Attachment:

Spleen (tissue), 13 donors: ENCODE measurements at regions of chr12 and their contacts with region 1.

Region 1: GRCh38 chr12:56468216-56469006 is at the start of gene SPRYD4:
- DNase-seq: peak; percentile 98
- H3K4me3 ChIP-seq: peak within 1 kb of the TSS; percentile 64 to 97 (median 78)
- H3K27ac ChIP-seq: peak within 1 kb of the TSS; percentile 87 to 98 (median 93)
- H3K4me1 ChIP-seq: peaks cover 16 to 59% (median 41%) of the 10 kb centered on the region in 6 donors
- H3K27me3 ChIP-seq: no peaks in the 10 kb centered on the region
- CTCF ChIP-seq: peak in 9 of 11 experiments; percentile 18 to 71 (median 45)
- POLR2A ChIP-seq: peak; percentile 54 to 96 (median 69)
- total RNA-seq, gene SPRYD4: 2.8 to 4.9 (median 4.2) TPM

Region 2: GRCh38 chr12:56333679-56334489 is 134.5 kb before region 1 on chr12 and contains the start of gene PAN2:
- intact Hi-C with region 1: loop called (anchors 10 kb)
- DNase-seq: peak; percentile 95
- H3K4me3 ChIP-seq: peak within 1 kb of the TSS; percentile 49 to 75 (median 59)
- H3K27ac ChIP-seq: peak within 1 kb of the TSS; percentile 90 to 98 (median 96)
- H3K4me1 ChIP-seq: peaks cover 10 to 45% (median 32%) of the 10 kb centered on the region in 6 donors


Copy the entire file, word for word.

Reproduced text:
Spleen (tissue), 13 donors: ENCODE measurements at regions of chr12 and their contacts with region 1.

Region 1: GRCh38 chr12:56468216-56469006 is at the start of gene SPRYD4:
- DNase-seq: peak; percentile 98
- H3K4me3 ChIP-seq: peak within 1 kb of the TSS; percentile 64 to 97 (median 78)
- H3K27ac ChIP-seq: peak within 1 kb of the TSS; percentile 87 to 98 (median 93)
- H3K4me1 ChIP-seq: peaks cover 16 to 59% (median 41%) of the 10 kb centered on the region in 6 donors
- H3K27me3 ChIP-seq: no peaks in the 10 kb centered on the region
- CTCF ChIP-seq: peak in 9 of 11 experiments; percentile 18 to 71 (median 45)
- POLR2A ChIP-seq: peak; percentile 54 to 96 (median 69)
- total RNA-seq, gene SPRYD4: 2.8 to 4.9 (median 4.2) TPM

Region 2: GRCh38 chr12:56333679-56334489 is 134.5 kb before region 1 on chr12 and contains the start of gene PAN2:
- intact Hi-C with region 1: loop called (anchors 10 kb)
- DNase-seq: peak; percentile 95
- H3K4me3 ChIP-seq: peak within 1 kb of the TSS; percentile 49 to 75 (median 59)
- H3K27ac ChIP-seq: peak within 1 kb of the TSS; percentile 90 to 98 (median 96)
- H3K4me1 ChIP-seq: peaks cover 10 to 45% (median 32%) of the 10 kb centered on the region in 6 donors